Our study provides specific evidence on how postnatal checks can influence women’s likelihood of seeking care and lead to earlier care-seeking in the crucial window immediately after birth. Overall, while some of our impact estimates are imprecise, the direction and magnitude of our findings suggest that the home visit administration of the checklist was especially helpful in encouraging timely care-seeking in the critical postnatal window. The home visit increases the salience of infant health complications or concerns, with women assigned to the home visit treatment arm significantly more likely to report infant health problems at ten days after giving birth compared to the standard of care arm and more likely to both recognize and take action on complications detected in their newborns.

The evidence that providing assistance and support to women in this window of time, which is both critical for their health and their newborns health but also filled with many other responsibilities and stresses, can increase timely care-seeking is consistent with evidence from Warren et al. (2015) that vouchers providing reimbursement for reproductive health services in Kenya can increase the number of newborns seen by facilities within their first 48 hours [29]. The significance of reducing delays in care-seeking is particularly important in the context of the peri-urban poor, where delays in care-seeking are common [30]. Such earlier linkages to facility-based care could have health implications, particularly as the first week of life poses significant risks. These risks are particularly important because the rapid progression of many neonatal illnesses, such as sepsis, pose notable risks to neonatal survival [31].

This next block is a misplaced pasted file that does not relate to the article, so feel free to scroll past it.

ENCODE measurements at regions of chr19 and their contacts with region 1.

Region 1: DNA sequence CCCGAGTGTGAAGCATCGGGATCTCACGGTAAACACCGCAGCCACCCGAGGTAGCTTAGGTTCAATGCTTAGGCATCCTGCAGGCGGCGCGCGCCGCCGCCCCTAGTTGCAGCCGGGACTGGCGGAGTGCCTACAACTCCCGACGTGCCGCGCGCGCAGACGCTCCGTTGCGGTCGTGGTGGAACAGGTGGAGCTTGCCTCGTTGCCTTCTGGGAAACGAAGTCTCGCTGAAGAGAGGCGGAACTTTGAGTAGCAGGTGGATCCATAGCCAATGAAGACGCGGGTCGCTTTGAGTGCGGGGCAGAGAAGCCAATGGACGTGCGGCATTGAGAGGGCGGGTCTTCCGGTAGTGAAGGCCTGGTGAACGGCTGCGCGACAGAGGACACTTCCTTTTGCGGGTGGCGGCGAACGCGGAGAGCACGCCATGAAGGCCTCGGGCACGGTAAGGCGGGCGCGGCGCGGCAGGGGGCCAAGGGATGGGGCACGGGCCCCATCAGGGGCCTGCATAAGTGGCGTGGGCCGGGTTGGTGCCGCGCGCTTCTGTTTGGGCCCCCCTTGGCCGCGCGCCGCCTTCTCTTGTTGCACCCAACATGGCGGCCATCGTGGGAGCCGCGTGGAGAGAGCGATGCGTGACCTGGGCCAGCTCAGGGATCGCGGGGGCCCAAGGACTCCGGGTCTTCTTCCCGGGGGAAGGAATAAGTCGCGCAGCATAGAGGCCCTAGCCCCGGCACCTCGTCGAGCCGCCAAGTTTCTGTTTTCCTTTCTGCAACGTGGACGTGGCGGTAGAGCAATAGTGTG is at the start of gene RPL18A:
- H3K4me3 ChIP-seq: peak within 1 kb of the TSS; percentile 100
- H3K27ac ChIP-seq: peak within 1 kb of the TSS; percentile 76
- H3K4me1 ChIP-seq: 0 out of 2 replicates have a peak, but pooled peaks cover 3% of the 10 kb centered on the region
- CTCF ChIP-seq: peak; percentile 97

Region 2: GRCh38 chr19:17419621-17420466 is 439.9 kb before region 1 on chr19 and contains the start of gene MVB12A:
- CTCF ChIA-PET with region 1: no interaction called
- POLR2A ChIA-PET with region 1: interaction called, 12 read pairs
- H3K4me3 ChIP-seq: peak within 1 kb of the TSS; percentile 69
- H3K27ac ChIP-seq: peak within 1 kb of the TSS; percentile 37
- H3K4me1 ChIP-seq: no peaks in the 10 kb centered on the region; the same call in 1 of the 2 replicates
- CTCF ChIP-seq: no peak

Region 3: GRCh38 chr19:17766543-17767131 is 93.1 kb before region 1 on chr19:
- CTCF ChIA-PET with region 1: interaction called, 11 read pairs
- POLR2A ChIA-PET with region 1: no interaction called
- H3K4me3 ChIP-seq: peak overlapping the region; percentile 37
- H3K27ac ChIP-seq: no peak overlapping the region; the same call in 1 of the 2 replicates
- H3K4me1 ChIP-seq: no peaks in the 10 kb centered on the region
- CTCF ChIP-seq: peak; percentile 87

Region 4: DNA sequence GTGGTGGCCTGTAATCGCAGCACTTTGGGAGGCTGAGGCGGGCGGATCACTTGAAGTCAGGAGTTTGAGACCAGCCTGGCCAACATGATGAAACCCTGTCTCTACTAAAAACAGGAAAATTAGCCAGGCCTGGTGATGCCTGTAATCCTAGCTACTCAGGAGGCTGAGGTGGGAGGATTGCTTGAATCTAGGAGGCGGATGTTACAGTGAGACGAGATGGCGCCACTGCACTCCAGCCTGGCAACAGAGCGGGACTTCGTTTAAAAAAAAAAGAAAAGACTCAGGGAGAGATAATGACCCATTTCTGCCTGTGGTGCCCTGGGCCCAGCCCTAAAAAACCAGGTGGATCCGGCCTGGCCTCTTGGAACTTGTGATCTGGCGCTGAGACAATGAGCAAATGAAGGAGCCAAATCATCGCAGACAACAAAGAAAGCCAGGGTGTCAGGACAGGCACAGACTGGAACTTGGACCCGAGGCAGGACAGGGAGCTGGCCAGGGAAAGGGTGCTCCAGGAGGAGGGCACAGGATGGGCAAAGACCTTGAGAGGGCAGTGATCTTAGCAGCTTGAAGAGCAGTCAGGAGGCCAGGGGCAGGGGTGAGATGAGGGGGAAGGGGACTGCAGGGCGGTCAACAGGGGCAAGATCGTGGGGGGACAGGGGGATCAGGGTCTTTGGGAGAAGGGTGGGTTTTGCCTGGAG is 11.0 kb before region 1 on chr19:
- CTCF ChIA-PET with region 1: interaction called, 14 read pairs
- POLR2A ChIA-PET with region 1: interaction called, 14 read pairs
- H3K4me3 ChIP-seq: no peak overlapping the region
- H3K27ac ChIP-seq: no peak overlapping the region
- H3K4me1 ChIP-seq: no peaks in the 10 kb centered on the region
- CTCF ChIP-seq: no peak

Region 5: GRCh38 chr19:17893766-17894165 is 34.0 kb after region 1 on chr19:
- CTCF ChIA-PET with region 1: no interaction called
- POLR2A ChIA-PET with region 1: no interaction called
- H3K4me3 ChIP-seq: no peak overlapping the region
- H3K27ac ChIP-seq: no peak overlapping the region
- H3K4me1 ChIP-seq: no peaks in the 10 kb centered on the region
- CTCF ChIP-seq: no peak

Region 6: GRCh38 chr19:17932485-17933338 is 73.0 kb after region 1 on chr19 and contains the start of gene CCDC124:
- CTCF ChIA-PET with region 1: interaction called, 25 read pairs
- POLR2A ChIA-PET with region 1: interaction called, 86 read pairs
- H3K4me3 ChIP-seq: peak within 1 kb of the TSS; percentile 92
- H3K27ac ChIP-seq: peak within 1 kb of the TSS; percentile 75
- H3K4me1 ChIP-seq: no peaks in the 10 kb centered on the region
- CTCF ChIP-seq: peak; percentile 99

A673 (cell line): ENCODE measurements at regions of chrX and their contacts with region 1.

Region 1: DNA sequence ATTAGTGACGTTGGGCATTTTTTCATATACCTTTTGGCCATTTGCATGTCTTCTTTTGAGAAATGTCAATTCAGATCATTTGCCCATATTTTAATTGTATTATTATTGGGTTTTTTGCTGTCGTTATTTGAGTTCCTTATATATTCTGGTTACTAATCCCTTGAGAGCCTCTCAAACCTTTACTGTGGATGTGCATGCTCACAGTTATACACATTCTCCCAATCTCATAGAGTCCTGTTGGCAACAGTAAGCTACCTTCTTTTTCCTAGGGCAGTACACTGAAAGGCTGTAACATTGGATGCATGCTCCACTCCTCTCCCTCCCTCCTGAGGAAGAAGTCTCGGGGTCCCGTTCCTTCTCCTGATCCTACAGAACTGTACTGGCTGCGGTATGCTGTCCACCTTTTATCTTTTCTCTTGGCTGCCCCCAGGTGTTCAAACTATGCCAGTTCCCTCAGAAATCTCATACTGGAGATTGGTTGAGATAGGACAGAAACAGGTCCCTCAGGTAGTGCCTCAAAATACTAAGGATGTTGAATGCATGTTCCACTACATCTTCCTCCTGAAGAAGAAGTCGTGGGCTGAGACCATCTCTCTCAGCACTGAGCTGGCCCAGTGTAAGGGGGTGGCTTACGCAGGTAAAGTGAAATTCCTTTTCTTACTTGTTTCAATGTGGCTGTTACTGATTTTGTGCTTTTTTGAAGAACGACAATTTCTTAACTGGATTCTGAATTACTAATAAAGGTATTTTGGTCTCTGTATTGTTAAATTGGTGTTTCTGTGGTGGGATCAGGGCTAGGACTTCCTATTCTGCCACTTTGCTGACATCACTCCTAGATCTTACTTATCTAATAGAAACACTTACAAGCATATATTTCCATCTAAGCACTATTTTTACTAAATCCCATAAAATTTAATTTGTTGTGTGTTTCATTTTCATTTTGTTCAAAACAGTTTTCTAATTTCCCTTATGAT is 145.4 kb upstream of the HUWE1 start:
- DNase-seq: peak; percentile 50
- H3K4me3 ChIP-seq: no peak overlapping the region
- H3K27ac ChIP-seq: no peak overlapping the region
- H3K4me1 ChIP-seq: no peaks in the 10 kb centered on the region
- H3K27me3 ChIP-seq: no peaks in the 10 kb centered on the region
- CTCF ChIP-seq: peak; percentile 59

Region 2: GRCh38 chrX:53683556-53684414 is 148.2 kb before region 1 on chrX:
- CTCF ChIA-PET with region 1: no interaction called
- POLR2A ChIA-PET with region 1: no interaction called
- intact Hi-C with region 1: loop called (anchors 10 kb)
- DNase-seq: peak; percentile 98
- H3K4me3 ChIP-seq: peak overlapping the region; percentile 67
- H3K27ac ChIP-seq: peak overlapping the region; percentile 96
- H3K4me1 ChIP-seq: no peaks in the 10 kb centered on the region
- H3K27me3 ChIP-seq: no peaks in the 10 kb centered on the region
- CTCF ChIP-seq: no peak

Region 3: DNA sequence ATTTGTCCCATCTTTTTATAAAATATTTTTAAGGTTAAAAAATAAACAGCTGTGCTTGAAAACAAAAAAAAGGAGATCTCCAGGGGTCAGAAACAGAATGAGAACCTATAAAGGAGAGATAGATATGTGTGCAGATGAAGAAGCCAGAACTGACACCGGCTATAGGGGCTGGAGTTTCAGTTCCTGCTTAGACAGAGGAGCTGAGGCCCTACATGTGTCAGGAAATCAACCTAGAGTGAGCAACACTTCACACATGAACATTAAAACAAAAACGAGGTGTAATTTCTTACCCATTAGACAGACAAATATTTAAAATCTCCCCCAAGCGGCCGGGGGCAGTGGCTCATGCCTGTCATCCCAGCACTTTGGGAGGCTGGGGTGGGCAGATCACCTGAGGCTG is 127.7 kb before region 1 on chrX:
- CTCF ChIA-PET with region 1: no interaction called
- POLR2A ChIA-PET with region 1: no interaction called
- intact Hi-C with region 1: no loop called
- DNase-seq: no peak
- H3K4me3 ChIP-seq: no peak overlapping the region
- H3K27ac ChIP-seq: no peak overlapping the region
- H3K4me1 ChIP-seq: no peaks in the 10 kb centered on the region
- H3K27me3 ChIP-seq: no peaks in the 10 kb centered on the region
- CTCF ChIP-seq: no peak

Our results highlight the limited care seeking behavior in the postpartum period for maternal health specifically. While newborns were brought to a health facility for care within 10 days of delivery 96 % of the time in the standard of care arm (in 23 out of 24 cases), mothers receive care in a facility only 8 % of the time (in 2 out of 24 cases). We see suggestive evidence that our interventions increased the likelihood of reporting a maternal complication and reduced delays in seeking care for maternal complications compared to the standard of care, though these differences are not statistically significant at conventional levels. Overall knowledge of both maternal and newborn danger signs is high across both standard of care and intervention arms in our sample, which suggests that addressing complications in both the immediate postnatal period and beyond would require increasing the likelihood of acting on perceived maternal health complications.